Yes it is true! Recent research shows that folks in southern Mexico, from the years ~500AD to ~1000AD at least, traded their chocolate for what they didn't have: copper in the form of turquoise. The turquoise came from parts of what is now the southwestern USA. Archeologists made the linkage after recently finding traces of chocolate in ancient vessels in New Mexico. For some time now, the archeological community has known that turquoise objects found at Chichén Itzá have the unmistakable chemical fingerprint of copper deposits located in New Mexico, Arizona and Nevada.
It begs the question,why would the Arizona miners of yore have given up their metallic patrimony? Did this "extractive industry" leave them with nothing while all the rich foreigners (Mayans in this case) got their riches? This isn't the spin that the archaeologists or anyone else leaps to put on it. Clearly the folks in New Mexico liked chocolate (duh), a crop they did not grow. At the same time the turquoise, much valued by the Mayans, did not occur in their backyard. (Nevertheless we feel compelled to point out that the chocolate must have been highly prized. Metal, being eternal, has preserved the Mayan artifacts while the chocolate consumed by the ancient Arizonans has long ceased to fertilise the soil.)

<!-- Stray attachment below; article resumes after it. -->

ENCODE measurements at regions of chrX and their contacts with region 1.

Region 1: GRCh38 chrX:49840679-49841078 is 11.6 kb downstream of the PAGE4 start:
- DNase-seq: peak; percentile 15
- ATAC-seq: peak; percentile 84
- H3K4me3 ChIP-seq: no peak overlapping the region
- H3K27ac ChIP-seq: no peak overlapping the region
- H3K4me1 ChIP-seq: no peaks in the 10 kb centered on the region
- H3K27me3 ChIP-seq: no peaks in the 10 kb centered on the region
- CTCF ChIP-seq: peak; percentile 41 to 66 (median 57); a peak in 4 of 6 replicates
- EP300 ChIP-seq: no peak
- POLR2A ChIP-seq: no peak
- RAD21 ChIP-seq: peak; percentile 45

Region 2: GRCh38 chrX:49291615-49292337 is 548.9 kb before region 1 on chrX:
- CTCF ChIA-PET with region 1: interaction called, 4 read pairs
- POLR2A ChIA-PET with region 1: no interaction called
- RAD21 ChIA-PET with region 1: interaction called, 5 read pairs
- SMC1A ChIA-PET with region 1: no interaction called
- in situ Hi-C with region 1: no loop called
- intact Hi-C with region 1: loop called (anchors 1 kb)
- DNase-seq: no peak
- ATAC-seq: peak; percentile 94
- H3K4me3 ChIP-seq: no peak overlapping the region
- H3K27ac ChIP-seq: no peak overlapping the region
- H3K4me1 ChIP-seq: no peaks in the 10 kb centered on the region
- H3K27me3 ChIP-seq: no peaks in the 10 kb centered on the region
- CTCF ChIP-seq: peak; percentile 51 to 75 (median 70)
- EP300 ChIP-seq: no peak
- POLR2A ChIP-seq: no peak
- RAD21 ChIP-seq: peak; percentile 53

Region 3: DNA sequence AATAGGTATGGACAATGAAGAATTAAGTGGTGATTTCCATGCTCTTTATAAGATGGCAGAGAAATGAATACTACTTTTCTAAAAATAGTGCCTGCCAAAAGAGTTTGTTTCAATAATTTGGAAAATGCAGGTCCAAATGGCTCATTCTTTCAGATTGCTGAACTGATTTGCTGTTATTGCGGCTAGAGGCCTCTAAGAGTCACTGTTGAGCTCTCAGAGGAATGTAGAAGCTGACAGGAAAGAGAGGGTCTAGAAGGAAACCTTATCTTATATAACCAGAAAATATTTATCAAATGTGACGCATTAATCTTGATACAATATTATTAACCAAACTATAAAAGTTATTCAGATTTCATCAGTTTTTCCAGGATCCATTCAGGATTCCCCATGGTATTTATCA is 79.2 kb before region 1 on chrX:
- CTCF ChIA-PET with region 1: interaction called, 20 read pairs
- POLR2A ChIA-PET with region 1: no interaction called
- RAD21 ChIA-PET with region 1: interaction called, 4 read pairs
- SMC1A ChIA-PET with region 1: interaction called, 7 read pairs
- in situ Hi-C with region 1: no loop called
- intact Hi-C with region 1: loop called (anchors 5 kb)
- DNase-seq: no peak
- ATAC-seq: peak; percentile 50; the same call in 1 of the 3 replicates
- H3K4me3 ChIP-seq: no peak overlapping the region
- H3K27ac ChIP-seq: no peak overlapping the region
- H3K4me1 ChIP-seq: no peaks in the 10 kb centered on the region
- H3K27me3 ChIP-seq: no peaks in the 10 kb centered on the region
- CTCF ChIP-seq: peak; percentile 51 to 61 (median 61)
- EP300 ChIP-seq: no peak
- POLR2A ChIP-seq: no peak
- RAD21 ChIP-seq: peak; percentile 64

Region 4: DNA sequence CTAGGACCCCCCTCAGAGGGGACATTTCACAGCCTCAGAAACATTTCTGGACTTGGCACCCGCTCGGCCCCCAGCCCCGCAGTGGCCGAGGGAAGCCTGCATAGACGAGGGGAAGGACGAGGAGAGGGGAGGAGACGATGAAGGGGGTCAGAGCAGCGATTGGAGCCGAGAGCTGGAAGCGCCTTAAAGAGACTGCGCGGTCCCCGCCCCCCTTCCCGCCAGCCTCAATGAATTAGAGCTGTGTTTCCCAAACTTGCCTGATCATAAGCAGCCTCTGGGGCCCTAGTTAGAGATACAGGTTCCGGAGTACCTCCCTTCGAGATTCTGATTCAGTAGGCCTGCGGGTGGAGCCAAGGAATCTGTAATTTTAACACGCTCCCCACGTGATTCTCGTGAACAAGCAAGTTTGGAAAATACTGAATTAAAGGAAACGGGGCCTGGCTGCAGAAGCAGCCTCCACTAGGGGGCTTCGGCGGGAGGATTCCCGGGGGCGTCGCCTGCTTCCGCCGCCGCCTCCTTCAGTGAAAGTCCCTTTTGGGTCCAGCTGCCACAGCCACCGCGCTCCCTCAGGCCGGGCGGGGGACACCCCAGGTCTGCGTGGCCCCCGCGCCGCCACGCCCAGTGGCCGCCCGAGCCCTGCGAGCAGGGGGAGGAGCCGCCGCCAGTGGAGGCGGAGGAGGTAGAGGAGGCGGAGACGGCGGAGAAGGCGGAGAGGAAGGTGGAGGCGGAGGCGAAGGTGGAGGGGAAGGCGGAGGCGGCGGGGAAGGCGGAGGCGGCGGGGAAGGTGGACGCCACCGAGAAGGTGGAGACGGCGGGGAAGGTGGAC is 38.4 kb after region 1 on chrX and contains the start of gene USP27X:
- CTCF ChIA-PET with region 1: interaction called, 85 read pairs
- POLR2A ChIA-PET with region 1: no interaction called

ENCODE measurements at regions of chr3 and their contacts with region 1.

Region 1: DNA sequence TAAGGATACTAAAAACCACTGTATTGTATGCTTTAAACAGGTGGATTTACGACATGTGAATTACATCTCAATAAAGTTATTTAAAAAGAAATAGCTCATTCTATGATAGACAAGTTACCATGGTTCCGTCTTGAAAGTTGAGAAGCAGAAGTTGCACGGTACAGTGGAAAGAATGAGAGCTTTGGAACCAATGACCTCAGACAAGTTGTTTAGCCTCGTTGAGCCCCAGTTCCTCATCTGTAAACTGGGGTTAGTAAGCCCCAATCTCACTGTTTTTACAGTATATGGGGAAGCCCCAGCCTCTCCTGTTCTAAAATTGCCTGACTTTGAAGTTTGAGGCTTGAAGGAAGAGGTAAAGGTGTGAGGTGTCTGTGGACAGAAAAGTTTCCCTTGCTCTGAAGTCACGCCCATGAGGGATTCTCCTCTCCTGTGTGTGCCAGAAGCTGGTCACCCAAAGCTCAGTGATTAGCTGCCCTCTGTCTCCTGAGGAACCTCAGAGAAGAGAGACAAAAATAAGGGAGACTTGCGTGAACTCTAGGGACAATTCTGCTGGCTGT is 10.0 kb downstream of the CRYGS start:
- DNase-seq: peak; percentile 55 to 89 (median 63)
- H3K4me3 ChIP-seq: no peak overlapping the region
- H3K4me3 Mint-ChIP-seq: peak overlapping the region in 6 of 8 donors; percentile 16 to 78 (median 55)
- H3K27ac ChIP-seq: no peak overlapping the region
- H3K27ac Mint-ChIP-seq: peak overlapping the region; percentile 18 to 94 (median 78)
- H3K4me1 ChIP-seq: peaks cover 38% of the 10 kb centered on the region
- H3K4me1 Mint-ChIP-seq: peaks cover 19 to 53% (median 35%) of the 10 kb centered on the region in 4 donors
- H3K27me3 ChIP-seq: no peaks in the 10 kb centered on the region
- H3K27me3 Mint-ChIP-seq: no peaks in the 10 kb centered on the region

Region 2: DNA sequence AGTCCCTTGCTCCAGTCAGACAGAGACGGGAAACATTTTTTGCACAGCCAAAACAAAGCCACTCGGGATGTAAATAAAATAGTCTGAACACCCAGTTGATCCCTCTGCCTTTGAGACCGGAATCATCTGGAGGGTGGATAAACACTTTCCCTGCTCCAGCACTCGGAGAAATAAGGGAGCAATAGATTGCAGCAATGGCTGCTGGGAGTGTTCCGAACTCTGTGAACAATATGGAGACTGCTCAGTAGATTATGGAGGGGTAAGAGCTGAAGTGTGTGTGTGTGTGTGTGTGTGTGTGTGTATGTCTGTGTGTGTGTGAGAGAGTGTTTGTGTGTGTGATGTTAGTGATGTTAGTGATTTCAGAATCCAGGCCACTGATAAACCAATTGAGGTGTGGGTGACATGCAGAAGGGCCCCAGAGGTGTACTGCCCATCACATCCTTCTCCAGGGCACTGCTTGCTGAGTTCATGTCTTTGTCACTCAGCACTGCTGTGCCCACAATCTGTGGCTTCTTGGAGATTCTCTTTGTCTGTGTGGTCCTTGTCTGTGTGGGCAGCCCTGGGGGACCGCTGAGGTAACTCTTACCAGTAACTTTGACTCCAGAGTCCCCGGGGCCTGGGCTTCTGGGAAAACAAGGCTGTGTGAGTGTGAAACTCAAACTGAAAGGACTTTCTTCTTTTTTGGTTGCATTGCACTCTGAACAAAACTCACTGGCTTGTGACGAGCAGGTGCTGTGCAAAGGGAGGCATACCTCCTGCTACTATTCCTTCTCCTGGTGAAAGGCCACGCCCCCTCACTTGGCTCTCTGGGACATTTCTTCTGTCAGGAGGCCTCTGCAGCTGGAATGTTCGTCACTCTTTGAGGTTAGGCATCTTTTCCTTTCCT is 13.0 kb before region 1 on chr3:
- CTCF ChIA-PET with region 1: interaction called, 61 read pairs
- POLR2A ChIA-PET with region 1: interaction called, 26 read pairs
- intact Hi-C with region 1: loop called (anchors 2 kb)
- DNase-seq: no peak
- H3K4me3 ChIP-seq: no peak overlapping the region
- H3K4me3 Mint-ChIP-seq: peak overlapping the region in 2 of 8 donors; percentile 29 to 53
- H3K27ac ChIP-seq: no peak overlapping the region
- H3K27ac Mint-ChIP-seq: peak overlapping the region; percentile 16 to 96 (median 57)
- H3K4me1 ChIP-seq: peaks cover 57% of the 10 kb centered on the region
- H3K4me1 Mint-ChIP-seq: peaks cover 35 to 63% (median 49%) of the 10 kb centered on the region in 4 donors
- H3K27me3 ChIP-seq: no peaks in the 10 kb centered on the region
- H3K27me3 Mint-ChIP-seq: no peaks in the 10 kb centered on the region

Thank goodness the earth varies geologically. Every part of the earth has different geologic riches to offer. Canada mines and trades to others its nickel, a metal that Mexico is almost devoid of. Yet Mexico is uniquely rich in silver and provides the world that special commodity. Why is it this simple phenomenon subject to 100 year old political spin? Why is that view gobbled up? We should be very glad that the earth is variable. While there are always people, like the Spanish conquistadors, who chose to steal other peoples possessions through aggression and conquest, geological variety can foster peaceful exchange which is a win-win way to get what you want. You gotta give to get, so figure out what you can give. That is clearly what the old timers thought, at least some of the time.